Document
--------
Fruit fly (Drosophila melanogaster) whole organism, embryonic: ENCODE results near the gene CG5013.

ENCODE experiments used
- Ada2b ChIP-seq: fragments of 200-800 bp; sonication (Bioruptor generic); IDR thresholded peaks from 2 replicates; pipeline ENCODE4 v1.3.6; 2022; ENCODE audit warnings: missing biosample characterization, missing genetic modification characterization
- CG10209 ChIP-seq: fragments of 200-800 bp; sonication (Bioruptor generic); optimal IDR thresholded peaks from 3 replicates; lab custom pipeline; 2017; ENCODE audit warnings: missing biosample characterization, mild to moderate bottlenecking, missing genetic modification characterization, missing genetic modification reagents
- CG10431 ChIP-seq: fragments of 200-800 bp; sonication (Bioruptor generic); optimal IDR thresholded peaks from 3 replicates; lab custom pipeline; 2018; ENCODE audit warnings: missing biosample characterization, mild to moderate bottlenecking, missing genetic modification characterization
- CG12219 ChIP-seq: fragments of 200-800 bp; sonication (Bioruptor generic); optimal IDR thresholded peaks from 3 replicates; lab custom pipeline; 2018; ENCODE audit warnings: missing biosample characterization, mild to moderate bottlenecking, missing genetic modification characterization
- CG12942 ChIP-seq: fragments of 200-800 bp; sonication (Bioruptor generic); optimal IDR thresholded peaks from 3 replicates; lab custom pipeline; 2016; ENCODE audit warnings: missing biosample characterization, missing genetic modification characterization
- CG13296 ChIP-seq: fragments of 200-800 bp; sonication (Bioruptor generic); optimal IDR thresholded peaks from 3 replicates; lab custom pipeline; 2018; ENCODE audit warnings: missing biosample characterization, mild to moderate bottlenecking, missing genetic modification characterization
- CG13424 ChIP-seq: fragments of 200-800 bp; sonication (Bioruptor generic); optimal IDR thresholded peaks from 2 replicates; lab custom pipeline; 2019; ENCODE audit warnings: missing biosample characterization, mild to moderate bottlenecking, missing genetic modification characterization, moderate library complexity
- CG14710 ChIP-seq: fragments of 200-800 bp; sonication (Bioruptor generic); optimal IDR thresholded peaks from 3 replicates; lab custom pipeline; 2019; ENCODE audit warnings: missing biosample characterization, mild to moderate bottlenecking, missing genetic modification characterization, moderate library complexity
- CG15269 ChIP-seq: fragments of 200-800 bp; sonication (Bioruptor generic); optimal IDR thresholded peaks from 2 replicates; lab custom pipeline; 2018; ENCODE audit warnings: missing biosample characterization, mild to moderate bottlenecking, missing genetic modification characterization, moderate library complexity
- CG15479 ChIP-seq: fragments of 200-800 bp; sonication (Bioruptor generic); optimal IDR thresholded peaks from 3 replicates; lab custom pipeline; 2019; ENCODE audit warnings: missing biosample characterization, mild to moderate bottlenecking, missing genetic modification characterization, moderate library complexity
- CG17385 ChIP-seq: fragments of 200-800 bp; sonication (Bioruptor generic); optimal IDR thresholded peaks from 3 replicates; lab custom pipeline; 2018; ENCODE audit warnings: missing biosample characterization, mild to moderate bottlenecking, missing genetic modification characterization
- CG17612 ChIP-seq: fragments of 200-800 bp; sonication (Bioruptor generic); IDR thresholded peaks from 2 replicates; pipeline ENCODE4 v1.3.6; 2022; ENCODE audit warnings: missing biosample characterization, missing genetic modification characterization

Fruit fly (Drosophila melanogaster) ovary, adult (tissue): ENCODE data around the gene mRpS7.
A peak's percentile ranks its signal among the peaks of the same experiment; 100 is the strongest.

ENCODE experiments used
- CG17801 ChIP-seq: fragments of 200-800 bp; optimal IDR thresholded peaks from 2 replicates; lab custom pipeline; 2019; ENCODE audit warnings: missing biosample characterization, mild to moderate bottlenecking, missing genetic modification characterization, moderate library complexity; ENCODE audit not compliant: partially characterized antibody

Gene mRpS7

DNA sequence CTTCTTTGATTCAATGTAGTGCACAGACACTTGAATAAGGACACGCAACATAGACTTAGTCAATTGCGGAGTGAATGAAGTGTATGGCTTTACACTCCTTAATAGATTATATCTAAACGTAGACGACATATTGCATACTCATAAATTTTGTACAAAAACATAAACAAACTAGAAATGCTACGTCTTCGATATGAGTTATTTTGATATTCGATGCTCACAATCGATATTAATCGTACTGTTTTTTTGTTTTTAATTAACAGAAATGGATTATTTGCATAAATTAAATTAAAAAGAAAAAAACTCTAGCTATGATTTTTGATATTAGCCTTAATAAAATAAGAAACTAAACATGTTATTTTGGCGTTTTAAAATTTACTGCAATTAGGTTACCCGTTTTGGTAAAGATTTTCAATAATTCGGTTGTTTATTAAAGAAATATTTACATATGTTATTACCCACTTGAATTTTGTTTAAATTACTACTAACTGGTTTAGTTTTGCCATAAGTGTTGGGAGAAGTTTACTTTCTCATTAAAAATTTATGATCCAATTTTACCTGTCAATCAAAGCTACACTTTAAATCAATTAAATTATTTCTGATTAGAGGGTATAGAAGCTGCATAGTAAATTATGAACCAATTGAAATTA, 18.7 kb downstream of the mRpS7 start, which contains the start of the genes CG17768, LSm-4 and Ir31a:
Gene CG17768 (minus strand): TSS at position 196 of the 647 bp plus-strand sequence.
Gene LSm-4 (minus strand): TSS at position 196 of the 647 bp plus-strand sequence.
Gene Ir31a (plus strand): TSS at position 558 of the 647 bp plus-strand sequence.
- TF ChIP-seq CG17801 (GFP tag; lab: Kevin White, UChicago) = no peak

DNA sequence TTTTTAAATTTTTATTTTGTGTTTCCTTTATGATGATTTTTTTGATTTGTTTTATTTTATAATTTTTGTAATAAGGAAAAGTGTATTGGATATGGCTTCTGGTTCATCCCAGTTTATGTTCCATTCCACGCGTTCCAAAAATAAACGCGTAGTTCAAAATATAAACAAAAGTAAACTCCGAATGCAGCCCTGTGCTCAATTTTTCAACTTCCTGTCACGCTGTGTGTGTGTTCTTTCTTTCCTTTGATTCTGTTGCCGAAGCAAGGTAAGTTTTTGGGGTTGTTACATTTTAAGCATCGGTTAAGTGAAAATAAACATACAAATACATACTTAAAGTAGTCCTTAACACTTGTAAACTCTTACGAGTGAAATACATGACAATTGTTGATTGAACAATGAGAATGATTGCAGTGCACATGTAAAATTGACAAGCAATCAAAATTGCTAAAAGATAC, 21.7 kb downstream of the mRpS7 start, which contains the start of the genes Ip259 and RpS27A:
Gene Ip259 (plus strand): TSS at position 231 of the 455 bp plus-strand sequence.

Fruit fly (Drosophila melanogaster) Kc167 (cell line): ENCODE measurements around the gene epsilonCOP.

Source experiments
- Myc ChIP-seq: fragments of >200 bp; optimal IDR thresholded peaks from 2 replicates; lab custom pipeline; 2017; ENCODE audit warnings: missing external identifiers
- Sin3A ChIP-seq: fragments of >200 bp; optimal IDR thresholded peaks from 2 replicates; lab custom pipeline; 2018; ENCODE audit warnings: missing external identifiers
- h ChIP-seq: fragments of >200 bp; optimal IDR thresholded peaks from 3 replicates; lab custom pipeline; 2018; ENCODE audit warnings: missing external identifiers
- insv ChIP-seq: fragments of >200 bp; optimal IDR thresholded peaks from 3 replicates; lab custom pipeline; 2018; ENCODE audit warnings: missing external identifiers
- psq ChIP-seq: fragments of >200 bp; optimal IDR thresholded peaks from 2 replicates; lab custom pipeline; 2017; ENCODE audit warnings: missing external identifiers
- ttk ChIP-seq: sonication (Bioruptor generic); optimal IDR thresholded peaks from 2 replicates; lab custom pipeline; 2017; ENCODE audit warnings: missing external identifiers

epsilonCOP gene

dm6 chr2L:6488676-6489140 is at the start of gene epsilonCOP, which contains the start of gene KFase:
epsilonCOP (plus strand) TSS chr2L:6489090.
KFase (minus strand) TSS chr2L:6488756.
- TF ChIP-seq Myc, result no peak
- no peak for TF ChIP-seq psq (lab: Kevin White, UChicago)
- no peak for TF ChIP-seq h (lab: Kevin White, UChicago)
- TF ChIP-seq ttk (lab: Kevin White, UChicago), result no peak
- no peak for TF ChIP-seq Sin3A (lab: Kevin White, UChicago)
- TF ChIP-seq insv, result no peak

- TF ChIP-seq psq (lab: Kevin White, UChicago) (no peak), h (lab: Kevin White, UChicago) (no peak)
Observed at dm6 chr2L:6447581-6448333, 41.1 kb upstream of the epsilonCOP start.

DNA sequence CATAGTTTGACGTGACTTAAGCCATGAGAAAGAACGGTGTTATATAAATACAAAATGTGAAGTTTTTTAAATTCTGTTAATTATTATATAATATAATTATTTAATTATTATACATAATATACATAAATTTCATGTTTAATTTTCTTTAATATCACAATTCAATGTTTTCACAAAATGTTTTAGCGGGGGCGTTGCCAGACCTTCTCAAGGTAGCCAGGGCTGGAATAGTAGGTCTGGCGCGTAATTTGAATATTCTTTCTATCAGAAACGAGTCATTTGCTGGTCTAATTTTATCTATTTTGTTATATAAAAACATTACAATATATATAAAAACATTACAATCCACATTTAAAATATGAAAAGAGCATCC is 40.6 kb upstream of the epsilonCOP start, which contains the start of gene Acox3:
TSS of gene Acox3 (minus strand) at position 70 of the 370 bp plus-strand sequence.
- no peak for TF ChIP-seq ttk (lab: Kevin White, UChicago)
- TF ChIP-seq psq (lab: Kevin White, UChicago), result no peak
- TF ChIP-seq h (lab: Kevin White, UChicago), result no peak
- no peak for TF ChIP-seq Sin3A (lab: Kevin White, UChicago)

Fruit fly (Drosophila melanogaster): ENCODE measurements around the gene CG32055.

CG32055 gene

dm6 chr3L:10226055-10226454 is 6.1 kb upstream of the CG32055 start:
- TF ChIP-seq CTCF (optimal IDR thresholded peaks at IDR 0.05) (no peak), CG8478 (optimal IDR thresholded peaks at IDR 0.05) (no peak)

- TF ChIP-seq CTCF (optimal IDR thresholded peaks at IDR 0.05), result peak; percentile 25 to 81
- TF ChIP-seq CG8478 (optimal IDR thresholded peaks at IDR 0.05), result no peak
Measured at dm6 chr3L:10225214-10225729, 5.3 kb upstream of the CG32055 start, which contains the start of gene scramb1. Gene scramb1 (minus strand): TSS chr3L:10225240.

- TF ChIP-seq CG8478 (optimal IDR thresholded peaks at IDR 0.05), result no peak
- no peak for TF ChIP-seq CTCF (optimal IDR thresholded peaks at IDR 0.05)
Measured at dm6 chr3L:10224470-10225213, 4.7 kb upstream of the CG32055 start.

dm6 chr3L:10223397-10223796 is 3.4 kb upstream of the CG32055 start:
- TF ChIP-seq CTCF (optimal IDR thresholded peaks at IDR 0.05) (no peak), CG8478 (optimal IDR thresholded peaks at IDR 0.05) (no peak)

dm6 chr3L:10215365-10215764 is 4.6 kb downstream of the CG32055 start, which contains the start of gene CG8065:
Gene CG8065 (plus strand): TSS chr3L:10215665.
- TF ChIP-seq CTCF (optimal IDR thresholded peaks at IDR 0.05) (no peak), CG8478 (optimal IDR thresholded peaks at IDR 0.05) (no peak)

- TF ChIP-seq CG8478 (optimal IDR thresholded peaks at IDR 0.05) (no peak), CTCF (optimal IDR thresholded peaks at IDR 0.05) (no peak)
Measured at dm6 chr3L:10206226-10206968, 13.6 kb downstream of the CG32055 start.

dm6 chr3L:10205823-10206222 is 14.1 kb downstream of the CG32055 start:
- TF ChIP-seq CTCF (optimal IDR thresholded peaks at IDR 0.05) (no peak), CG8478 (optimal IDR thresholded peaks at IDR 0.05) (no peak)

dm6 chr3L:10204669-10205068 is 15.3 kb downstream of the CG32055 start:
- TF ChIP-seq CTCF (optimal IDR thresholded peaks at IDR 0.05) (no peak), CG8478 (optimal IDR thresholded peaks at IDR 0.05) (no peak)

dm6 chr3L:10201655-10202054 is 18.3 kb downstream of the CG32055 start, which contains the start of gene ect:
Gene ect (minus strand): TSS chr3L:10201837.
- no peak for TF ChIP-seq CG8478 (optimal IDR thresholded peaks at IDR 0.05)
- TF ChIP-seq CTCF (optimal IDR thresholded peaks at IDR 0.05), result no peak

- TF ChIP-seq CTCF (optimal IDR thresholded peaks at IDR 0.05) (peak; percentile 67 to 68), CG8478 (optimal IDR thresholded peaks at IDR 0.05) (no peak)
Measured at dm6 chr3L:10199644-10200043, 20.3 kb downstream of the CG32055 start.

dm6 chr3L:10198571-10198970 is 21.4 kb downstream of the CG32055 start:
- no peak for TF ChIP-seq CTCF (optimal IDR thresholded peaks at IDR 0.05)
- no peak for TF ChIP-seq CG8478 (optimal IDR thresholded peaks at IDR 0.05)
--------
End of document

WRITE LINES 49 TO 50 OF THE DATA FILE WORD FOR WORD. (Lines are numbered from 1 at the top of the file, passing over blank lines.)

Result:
- no peak for TF ChIP-seq ttk (lab: Kevin White, UChicago)
- TF ChIP-seq psq (lab: Kevin White, UChicago), result no peak